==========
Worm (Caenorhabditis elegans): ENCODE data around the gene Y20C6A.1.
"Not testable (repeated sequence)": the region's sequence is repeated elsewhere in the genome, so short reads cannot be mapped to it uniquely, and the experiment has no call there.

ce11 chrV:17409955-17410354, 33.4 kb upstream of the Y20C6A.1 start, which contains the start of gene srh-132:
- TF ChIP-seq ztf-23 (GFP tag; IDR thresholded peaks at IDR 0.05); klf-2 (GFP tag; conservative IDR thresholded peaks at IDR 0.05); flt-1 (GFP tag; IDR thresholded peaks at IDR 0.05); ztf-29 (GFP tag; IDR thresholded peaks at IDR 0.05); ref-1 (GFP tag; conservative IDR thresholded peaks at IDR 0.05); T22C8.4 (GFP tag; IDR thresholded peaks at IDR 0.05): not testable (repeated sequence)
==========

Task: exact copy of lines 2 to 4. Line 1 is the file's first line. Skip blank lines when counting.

"Not testable (repeated sequence)": the region's sequence is repeated elsewhere in the genome, so short reads cannot be mapped to it uniquely, and the experiment has no call there.

ce11 chrV:17409955-17410354, 33.4 kb upstream of the Y20C6A.1 start, which contains the start of gene srh-132:
- TF ChIP-seq ztf-23 (GFP tag; IDR thresholded peaks at IDR 0.05); klf-2 (GFP tag; conservative IDR thresholded peaks at IDR 0.05); flt-1 (GFP tag; IDR thresholded peaks at IDR 0.05); ztf-29 (GFP tag; IDR thresholded peaks at IDR 0.05); ref-1 (GFP tag; conservative IDR thresholded peaks at IDR 0.05); T22C8.4 (GFP tag; IDR thresholded peaks at IDR 0.05): not testable (repeated sequence)